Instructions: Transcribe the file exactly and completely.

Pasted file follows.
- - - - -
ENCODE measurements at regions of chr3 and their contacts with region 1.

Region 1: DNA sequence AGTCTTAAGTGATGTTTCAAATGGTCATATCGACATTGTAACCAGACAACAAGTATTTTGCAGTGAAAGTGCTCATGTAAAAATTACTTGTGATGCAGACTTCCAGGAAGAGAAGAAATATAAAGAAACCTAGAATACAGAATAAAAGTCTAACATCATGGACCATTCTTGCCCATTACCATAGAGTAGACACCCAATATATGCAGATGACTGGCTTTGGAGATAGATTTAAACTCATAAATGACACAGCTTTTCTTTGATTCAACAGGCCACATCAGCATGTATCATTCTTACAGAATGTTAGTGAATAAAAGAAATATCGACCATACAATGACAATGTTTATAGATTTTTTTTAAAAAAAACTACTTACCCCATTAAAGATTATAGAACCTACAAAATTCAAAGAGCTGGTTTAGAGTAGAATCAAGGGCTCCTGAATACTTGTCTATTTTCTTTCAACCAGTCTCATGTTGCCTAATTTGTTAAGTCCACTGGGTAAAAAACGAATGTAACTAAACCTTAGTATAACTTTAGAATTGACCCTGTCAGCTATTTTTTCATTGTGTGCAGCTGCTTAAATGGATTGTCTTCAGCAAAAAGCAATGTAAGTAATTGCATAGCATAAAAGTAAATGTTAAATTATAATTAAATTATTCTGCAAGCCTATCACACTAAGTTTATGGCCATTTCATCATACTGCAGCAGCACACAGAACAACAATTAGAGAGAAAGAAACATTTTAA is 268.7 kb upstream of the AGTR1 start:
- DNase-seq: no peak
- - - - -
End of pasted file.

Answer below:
ENCODE measurements at regions of chr3 and their contacts with region 1.

Region 1: DNA sequence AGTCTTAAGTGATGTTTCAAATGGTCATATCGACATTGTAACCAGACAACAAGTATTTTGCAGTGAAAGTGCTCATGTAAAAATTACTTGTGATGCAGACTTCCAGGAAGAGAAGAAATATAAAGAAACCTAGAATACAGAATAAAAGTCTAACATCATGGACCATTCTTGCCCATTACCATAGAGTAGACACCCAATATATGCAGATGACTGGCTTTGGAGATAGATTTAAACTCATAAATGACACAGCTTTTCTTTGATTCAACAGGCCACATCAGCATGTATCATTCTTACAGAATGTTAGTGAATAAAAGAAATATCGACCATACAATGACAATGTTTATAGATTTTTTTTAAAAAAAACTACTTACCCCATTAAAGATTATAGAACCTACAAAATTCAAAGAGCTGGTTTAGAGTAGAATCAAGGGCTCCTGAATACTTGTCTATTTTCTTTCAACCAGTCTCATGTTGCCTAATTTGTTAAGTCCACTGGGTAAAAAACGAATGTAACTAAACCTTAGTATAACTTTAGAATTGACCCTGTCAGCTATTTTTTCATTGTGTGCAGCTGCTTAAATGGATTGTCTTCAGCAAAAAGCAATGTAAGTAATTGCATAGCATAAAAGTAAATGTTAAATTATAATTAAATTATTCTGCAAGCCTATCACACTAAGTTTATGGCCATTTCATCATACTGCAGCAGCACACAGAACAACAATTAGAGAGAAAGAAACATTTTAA is 268.7 kb upstream of the AGTR1 start:
- DNase-seq: no peak